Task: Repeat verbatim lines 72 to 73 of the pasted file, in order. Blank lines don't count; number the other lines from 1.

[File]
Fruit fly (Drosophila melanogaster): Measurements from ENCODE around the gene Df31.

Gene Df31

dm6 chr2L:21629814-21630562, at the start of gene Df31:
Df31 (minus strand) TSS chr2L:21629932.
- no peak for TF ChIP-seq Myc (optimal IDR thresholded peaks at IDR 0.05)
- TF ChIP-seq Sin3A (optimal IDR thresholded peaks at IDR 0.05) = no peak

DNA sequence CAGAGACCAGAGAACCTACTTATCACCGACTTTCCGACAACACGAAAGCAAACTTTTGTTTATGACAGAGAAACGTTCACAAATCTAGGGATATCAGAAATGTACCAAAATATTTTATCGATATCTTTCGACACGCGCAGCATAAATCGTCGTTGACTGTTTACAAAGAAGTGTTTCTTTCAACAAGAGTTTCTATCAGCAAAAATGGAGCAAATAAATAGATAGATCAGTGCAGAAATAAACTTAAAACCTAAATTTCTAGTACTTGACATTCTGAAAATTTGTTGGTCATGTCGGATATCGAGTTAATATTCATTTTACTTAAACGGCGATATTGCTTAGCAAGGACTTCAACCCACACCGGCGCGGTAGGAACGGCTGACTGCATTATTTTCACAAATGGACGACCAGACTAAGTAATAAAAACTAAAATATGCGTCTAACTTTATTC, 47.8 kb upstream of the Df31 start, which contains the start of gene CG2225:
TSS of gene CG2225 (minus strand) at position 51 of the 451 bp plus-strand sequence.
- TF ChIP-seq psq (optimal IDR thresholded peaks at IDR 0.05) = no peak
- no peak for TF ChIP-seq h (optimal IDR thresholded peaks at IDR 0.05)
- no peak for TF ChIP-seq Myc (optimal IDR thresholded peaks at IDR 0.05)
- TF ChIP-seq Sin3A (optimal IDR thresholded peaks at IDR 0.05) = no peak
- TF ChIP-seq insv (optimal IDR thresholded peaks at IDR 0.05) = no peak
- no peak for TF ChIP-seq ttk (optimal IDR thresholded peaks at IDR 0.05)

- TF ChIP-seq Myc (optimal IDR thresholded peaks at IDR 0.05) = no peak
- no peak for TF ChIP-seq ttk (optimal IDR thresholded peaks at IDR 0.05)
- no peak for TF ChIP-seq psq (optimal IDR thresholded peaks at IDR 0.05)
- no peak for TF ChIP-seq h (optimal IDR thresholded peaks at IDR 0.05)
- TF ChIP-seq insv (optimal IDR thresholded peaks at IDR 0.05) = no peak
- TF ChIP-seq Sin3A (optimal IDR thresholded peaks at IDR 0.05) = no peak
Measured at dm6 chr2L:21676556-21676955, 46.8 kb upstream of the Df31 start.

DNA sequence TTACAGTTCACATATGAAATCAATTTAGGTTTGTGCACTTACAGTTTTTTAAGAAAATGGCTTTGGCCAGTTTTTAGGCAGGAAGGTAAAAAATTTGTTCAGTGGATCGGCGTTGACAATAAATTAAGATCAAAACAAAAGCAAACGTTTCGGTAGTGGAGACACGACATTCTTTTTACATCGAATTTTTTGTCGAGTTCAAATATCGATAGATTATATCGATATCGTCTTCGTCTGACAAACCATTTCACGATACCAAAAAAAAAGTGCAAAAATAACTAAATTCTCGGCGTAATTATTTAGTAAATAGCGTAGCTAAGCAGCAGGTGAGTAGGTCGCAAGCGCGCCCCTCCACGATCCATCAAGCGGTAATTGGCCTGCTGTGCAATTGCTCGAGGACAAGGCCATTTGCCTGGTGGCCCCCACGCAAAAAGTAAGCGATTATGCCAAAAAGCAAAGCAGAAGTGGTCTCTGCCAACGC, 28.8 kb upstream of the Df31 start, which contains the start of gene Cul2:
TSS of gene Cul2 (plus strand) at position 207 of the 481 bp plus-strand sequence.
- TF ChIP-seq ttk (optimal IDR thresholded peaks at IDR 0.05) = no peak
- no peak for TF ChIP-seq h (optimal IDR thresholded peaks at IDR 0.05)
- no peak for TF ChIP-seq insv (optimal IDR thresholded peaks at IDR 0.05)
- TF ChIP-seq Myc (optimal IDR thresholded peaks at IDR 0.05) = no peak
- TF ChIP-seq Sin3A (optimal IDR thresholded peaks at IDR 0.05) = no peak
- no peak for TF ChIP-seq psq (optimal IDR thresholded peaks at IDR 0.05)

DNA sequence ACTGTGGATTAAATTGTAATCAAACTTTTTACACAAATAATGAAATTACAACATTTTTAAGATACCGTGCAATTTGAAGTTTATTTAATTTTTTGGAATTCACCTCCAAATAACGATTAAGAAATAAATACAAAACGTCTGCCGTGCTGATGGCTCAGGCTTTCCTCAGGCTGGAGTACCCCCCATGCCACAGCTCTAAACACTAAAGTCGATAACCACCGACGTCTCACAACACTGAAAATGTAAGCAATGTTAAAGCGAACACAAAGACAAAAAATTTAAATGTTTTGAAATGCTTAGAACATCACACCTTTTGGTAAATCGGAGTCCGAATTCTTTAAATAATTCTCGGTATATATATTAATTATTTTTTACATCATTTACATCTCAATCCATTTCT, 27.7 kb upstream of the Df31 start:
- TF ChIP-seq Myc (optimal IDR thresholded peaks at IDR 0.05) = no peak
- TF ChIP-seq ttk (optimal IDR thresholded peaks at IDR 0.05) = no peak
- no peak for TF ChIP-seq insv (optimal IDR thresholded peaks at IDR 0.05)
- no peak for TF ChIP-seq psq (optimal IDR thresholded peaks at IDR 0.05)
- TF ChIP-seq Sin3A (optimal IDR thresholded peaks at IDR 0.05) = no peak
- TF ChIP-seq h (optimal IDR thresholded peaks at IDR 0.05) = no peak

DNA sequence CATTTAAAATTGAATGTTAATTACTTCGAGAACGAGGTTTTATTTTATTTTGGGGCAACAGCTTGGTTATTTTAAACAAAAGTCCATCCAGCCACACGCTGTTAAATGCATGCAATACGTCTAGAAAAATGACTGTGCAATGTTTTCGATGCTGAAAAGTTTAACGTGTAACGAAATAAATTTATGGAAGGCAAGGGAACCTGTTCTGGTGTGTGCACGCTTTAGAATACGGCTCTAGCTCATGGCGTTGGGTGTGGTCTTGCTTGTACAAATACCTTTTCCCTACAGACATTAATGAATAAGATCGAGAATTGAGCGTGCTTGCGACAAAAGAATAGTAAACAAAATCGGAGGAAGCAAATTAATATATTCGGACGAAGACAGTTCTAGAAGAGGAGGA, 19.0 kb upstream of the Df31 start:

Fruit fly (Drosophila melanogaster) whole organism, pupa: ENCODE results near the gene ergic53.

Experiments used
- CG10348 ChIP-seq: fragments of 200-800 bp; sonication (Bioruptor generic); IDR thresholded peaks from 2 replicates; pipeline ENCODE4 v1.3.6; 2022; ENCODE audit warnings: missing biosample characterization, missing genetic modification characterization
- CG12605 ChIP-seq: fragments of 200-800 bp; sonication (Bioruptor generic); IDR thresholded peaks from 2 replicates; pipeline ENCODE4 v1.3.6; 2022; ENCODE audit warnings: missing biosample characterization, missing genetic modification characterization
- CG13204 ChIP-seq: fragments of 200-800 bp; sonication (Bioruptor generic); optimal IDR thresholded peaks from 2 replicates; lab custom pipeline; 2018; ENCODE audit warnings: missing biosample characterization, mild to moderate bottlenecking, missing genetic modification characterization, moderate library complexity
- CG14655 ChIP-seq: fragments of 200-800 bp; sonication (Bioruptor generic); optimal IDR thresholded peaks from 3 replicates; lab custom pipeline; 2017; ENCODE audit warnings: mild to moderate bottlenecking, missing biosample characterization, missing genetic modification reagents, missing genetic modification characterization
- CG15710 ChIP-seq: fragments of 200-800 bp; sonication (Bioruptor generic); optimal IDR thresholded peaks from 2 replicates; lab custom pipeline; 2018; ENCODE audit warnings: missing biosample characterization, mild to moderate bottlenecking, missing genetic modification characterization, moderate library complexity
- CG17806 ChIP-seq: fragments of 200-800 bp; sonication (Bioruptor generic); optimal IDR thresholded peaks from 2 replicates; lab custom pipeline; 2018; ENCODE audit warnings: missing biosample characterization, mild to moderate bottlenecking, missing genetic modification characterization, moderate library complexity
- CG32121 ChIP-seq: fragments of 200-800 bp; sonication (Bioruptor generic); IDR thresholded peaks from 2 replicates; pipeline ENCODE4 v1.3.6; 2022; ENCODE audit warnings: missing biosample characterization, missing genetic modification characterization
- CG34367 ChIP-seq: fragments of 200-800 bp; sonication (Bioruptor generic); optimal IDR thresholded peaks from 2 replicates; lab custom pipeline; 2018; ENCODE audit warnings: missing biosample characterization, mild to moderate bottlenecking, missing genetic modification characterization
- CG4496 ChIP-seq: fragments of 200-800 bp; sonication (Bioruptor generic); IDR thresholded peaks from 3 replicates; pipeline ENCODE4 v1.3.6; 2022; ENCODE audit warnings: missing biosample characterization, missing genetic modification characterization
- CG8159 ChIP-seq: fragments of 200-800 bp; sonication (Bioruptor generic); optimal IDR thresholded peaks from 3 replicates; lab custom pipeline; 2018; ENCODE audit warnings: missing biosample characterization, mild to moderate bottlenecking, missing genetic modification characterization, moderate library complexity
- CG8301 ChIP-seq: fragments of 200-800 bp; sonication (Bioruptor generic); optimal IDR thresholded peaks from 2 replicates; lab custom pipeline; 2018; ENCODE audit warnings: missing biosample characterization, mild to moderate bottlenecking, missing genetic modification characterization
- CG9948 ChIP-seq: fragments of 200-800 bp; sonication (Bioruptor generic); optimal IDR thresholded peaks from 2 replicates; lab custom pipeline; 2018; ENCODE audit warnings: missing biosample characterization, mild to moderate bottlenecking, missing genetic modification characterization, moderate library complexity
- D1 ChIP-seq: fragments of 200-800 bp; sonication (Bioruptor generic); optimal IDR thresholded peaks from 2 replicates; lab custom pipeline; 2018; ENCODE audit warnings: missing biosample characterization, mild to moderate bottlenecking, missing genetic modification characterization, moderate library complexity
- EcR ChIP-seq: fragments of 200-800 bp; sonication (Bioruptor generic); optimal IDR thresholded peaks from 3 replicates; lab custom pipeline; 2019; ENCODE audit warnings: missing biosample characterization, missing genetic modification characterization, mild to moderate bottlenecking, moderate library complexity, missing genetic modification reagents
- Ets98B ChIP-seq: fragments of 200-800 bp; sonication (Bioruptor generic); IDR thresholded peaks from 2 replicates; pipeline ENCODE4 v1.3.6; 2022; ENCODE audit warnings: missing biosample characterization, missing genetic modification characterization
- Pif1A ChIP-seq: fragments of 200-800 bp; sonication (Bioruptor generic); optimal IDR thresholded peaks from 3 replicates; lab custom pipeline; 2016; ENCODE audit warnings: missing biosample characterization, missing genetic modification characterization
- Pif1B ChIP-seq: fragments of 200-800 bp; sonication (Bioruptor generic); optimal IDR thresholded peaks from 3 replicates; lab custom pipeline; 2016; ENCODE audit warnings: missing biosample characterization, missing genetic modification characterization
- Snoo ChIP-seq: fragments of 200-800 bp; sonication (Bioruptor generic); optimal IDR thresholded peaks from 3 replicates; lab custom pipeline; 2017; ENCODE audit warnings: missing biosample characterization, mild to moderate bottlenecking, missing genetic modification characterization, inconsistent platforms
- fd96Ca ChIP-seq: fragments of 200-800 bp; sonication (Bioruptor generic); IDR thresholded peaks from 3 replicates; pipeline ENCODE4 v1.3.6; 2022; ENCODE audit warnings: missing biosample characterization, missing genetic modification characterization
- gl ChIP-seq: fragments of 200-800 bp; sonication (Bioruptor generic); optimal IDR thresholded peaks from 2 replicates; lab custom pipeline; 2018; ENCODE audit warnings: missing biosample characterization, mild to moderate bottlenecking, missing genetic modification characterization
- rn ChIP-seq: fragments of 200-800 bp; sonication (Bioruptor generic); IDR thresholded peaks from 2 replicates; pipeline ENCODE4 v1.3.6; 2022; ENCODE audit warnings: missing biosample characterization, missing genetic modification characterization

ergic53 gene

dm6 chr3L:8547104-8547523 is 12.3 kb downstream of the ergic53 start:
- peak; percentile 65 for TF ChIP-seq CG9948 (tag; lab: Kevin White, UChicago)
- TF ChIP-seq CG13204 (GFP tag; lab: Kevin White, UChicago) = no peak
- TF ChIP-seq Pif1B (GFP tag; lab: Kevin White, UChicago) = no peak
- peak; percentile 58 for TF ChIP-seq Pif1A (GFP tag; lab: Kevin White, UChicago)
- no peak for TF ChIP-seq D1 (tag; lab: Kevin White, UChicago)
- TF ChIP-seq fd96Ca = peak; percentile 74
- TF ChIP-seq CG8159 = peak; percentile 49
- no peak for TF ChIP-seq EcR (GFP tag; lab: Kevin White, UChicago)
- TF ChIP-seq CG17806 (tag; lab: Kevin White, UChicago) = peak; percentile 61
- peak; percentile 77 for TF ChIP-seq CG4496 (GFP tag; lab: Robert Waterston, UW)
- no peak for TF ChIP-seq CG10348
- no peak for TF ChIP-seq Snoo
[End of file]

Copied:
- peak; percentile 77 for TF ChIP-seq CG4496 (GFP tag; lab: Robert Waterston, UW)
- no peak for TF ChIP-seq CG10348